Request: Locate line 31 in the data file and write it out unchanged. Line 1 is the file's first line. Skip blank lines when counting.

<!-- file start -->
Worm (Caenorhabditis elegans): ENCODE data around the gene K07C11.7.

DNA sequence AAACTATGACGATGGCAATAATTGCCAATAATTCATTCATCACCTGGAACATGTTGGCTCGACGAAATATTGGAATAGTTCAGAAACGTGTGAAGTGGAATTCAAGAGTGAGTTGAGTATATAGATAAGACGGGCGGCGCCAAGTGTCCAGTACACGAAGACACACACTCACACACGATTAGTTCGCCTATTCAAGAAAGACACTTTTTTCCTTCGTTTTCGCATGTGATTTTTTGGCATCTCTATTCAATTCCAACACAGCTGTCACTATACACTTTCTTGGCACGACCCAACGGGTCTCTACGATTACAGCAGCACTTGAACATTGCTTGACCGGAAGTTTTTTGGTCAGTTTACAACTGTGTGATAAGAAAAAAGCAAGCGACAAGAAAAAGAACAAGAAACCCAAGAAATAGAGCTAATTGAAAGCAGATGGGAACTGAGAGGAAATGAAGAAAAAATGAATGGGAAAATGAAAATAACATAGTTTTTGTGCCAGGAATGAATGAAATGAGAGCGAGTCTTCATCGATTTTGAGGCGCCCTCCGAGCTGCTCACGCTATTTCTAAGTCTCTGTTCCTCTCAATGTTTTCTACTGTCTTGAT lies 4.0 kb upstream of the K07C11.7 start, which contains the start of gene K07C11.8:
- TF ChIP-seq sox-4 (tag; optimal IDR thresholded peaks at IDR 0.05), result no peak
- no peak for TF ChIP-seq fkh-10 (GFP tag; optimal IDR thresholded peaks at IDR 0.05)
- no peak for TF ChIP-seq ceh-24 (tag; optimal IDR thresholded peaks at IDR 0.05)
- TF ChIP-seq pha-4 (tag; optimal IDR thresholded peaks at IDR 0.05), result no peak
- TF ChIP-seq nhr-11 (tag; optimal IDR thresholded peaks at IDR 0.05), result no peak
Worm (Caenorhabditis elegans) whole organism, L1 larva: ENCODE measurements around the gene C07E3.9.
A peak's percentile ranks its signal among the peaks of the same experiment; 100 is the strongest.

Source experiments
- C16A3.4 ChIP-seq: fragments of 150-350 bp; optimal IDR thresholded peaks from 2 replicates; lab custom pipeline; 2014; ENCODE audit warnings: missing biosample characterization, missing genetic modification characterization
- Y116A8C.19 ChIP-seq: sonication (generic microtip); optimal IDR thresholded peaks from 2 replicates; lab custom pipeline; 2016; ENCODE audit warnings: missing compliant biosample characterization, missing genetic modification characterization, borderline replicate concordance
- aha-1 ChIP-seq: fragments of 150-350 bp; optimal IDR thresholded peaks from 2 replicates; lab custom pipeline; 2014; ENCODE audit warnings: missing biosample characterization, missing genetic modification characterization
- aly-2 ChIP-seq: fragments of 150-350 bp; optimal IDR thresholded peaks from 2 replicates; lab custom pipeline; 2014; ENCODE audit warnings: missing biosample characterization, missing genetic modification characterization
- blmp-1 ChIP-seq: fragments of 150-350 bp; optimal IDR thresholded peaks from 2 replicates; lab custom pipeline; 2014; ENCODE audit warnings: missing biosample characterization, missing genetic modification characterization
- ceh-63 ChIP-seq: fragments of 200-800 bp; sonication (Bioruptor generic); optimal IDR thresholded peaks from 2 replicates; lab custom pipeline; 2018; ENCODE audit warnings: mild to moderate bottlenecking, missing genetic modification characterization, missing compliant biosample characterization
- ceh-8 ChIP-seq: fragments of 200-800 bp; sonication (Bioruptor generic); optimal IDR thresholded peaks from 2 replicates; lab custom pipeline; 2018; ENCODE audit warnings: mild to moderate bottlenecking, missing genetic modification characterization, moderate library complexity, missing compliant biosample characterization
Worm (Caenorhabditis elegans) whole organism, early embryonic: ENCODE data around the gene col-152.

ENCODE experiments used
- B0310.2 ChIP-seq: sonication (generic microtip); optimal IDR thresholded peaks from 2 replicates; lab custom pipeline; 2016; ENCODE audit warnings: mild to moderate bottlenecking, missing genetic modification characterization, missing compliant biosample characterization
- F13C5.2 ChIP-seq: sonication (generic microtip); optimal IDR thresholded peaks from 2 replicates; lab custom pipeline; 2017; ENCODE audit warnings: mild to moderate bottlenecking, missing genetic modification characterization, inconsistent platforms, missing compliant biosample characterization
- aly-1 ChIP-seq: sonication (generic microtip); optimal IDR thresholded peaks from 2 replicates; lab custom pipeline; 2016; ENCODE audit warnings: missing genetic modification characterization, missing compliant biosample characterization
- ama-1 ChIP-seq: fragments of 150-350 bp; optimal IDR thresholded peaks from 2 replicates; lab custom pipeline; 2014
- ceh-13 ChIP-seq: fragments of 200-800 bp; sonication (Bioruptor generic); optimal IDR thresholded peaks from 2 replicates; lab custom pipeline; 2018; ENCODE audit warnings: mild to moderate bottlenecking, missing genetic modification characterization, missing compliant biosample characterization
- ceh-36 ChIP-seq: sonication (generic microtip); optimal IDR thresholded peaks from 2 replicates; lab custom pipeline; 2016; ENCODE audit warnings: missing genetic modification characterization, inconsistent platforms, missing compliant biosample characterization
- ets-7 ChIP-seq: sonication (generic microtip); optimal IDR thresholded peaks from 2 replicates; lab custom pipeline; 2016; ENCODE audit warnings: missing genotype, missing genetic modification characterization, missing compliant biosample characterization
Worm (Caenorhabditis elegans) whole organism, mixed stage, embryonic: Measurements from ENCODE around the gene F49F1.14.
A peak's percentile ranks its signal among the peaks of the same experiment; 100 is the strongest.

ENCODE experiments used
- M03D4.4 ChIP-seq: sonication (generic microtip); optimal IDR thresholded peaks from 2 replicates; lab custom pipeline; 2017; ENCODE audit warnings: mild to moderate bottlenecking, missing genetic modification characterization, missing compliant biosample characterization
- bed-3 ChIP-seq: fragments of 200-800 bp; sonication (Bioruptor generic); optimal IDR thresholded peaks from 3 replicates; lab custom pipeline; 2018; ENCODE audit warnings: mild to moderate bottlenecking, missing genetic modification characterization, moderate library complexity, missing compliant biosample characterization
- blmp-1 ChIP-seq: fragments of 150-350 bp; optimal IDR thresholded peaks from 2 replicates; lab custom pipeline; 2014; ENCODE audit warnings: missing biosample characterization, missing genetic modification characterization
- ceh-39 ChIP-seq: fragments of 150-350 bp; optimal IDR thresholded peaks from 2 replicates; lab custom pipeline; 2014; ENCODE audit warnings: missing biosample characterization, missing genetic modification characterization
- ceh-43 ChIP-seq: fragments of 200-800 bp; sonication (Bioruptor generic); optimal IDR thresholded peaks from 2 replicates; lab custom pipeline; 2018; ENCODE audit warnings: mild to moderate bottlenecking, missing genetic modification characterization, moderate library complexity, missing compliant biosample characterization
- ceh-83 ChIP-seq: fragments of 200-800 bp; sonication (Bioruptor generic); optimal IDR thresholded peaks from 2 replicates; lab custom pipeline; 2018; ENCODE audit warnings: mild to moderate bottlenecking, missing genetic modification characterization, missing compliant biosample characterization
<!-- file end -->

- bed-3 ChIP-seq: fragments of 200-800 bp; sonication (Bioruptor generic); optimal IDR thresholded peaks from 3 replicates; lab custom pipeline; 2018; ENCODE audit warnings: mild to moderate bottlenecking, missing genetic modification characterization, moderate library complexity, missing compliant biosample characterization